I used to "do" Christmas--I cooked traditional dishes, gave parties, bought presents and generally partook in the chaos and stress of Christmas 30 years ago. This morning I was remembering the time I took the astronomical amount of $200 cash in my purse to shop at Macy's, and how nervous I was that I might not make it to the store without being mugged. I tried my best not to look as if I had $200 cash on me and forged ahead, two blocks from where I lived on West 34th to the giant retailer.
The year must have been 1973. I had gotten my first American Express card in 1972, and I had a Macy's charge card before that, but for some reason it made more sense to me to budget Christmas separately and pay in cash. Not a bad plan, but probably unusual even for those ancient days. I had two daughters and a husband to shop for, and the girls were 11 and 12 in 1973.
Christmas from my childhood included old English and French carols, which we sang at that odd school I went to. Solemn, medieval stuff, like "Lullaby of the Christ Child," in a minor key, with lines like "Thousand seraphim/Thousand cherubim/Soaring high above the little Lord of Love." My favorite was the joyous French one, "Bring a Torch, Jeanette, Isabella," but I also loved "O Little Town of Bethlehem," "Away in a Manger," oh, all of them, I guess, even "Jingle Bells" with the part about "we--we got upsot!" I still love the Christmas music that has to do with the religious side of Christmas, I don't know why, it's imbedded in the spirit of Christmas to me, just like the smell of a fresh fir in the living room.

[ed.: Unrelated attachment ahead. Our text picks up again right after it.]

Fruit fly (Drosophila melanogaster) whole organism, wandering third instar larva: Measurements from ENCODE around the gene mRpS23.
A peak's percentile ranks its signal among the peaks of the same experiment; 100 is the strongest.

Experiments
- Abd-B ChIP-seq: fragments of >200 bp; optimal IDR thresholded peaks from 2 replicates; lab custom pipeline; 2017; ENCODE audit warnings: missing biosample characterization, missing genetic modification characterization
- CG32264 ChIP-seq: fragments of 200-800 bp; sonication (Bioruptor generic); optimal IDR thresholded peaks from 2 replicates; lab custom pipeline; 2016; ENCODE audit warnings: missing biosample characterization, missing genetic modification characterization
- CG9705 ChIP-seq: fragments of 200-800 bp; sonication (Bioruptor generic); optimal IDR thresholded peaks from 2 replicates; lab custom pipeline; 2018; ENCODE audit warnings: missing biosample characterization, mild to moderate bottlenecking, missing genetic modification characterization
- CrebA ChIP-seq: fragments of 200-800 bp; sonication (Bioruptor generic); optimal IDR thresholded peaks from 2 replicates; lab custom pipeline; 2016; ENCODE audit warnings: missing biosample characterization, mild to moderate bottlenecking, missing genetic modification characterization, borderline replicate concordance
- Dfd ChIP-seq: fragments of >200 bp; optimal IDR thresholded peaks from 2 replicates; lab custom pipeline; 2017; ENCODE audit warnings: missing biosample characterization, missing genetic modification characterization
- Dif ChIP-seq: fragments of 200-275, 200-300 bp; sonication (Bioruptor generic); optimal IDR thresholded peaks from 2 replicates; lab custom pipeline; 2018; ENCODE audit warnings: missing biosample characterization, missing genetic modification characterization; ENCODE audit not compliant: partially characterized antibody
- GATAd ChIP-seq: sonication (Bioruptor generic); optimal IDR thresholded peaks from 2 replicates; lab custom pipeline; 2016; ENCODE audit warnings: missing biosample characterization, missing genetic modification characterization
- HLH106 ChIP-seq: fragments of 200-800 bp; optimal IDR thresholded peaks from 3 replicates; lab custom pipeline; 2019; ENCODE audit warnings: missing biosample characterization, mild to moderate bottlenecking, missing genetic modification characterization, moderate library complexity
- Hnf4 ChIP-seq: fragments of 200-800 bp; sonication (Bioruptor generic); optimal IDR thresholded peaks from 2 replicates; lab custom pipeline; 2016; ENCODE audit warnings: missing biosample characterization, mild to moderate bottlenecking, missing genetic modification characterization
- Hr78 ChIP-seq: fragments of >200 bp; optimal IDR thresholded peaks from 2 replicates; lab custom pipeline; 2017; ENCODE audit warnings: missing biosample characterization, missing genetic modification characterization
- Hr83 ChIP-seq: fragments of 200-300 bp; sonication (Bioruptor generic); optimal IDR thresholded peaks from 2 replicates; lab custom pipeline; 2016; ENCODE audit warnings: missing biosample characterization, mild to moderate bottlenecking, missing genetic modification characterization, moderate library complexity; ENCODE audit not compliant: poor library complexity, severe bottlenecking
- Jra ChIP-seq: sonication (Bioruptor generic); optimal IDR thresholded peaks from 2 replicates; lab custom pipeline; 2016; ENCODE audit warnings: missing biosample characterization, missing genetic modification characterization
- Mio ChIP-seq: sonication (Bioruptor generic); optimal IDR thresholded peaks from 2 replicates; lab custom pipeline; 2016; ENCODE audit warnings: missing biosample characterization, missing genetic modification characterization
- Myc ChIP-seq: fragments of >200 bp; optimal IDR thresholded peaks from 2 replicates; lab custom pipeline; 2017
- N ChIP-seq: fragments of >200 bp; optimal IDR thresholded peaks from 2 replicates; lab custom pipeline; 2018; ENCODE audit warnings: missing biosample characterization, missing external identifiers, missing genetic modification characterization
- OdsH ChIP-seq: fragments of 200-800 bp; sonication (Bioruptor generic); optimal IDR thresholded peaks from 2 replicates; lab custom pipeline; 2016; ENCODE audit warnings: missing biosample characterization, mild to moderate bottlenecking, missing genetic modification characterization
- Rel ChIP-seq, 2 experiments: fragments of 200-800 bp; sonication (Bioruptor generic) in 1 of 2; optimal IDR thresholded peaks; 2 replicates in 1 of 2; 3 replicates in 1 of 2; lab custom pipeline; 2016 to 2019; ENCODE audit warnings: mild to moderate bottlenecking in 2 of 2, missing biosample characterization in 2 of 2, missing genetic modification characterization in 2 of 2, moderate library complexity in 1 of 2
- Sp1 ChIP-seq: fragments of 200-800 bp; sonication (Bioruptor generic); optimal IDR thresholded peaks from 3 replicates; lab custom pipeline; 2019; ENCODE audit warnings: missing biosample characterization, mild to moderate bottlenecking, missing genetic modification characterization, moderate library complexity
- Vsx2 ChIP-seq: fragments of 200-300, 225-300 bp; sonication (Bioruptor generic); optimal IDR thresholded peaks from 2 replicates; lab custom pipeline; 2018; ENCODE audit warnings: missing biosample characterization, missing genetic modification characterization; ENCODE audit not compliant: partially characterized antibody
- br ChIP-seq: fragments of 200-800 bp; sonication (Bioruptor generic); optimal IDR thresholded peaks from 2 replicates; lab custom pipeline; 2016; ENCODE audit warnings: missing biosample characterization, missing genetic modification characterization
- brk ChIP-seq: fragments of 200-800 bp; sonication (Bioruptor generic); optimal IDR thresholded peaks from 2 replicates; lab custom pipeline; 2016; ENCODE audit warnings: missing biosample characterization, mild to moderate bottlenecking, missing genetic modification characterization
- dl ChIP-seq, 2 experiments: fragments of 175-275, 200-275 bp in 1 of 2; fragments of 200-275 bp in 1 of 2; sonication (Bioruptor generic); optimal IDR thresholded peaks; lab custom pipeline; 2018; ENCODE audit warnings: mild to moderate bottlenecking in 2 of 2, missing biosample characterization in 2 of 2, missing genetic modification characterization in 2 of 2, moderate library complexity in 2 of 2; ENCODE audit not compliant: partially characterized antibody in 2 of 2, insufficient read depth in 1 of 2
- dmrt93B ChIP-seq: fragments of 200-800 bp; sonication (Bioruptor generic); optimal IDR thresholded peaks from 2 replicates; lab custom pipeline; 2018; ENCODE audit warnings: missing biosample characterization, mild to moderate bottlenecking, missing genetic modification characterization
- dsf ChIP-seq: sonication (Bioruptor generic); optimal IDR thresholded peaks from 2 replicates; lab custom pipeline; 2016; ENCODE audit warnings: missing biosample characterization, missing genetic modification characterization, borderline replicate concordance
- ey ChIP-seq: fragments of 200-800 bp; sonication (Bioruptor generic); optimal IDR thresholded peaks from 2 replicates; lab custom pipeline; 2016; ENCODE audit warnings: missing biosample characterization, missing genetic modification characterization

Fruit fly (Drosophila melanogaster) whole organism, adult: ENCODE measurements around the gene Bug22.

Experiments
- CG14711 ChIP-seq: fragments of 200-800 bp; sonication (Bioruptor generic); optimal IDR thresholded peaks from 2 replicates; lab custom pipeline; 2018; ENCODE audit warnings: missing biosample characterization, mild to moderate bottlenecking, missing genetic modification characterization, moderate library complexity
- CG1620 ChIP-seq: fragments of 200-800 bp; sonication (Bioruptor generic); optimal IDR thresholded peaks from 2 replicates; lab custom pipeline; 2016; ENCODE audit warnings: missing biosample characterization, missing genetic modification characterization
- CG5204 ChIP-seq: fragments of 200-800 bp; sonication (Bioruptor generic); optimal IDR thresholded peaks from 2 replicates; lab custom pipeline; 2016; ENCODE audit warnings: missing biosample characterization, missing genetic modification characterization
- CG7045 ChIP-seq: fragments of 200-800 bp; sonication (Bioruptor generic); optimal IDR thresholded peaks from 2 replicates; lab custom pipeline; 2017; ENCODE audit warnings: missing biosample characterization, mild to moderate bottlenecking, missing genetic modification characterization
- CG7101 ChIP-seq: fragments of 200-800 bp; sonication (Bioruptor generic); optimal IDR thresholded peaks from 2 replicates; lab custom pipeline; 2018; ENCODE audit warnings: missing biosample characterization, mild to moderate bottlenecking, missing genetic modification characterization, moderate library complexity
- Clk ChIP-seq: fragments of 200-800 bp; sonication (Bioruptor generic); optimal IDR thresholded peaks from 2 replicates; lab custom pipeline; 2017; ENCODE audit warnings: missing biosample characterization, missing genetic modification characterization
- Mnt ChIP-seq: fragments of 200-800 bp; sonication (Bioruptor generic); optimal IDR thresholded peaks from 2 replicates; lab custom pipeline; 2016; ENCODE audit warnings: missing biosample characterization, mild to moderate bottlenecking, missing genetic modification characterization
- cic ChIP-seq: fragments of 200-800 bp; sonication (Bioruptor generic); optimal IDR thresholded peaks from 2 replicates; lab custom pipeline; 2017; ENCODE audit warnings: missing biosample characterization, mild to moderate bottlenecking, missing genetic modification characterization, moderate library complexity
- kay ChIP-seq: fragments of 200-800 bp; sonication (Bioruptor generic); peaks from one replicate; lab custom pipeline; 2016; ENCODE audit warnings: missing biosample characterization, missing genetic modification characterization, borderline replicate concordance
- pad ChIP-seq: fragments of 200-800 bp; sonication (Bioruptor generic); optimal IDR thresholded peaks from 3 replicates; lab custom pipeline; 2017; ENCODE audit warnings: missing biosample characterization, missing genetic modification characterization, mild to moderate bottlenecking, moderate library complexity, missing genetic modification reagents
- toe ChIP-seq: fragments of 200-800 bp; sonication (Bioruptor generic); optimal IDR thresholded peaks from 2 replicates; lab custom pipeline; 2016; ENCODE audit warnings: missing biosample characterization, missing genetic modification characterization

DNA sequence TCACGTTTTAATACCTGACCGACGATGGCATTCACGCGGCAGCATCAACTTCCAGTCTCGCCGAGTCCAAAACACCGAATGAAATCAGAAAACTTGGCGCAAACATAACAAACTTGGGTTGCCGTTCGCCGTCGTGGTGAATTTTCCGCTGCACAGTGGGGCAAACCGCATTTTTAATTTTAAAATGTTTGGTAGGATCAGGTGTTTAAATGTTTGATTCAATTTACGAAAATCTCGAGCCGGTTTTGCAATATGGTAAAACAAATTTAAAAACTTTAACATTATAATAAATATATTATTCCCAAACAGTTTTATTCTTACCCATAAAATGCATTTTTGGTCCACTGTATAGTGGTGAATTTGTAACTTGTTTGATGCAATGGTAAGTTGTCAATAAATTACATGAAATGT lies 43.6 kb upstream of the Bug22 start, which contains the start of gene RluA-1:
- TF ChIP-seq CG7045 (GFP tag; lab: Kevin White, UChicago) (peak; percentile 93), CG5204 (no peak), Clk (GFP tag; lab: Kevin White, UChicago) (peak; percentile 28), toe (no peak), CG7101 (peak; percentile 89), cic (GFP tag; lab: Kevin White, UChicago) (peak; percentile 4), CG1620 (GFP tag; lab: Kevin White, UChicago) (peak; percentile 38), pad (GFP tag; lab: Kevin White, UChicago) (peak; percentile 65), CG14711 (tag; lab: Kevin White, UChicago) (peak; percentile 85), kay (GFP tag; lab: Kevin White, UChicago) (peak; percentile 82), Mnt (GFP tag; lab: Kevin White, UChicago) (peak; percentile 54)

I noted in the early 70's the phenomenon of the secular music piped into the stores. The most popular seemed to be "The Twelve Days of Christmas," which I supposed was played so relentlessly because it was actually about shopping.
Cookies were my personal contribution to the Christmas mood. I love baking, and there is nothing more rewarding than baking crispy rich cookies and decorating them with two little girls who want to use purple icing and combining the red and green to come up with an unappetizing brown. You try to show them, but you honor their personal taste, such as it is--and the cookies are going to be wonderful anyway. The smells of cinnamon, apple pies baking, the racks of cookies in all shapes and descriptions, always add to the spirit of the season. I even made my own egg nog to wash them down. I've always abhorred the packaged version.
As to cash, that's a thing of the past, I suppose. Nobody moans that too few people bake cookies that they mixed from scratch, with fresh butter, eggs, sugar, flour and spices. The bought cookie dough works as well. Everybody loves "Have Yourself a Merry Little Christmas." probably as much as "Silent Night." Okay. And paying for presents with money ($200 at that) has gone the way of the dinosaur. But some little vestige of the Christmas the old-fashioned way sticks with me.